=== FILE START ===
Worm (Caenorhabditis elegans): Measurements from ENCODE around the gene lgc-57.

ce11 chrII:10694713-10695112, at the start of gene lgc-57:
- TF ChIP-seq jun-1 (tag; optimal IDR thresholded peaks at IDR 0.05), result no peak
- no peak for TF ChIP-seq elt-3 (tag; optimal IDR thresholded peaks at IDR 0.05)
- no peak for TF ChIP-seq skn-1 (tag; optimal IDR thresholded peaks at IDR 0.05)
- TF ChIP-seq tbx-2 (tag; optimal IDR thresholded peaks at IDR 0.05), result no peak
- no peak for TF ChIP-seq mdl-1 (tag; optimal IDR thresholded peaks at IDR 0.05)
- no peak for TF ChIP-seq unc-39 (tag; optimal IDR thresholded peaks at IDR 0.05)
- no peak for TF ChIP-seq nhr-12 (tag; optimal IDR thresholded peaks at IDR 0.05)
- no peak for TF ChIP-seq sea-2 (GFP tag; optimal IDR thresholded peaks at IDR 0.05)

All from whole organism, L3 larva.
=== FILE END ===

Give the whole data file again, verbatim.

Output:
Worm (Caenorhabditis elegans): Measurements from ENCODE around the gene lgc-57.

ce11 chrII:10694713-10695112, at the start of gene lgc-57:
- TF ChIP-seq jun-1 (tag; optimal IDR thresholded peaks at IDR 0.05), result no peak
- no peak for TF ChIP-seq elt-3 (tag; optimal IDR thresholded peaks at IDR 0.05)
- no peak for TF ChIP-seq skn-1 (tag; optimal IDR thresholded peaks at IDR 0.05)
- TF ChIP-seq tbx-2 (tag; optimal IDR thresholded peaks at IDR 0.05), result no peak
- no peak for TF ChIP-seq mdl-1 (tag; optimal IDR thresholded peaks at IDR 0.05)
- no peak for TF ChIP-seq unc-39 (tag; optimal IDR thresholded peaks at IDR 0.05)
- no peak for TF ChIP-seq nhr-12 (tag; optimal IDR thresholded peaks at IDR 0.05)
- no peak for TF ChIP-seq sea-2 (GFP tag; optimal IDR thresholded peaks at IDR 0.05)

All from whole organism, L3 larva.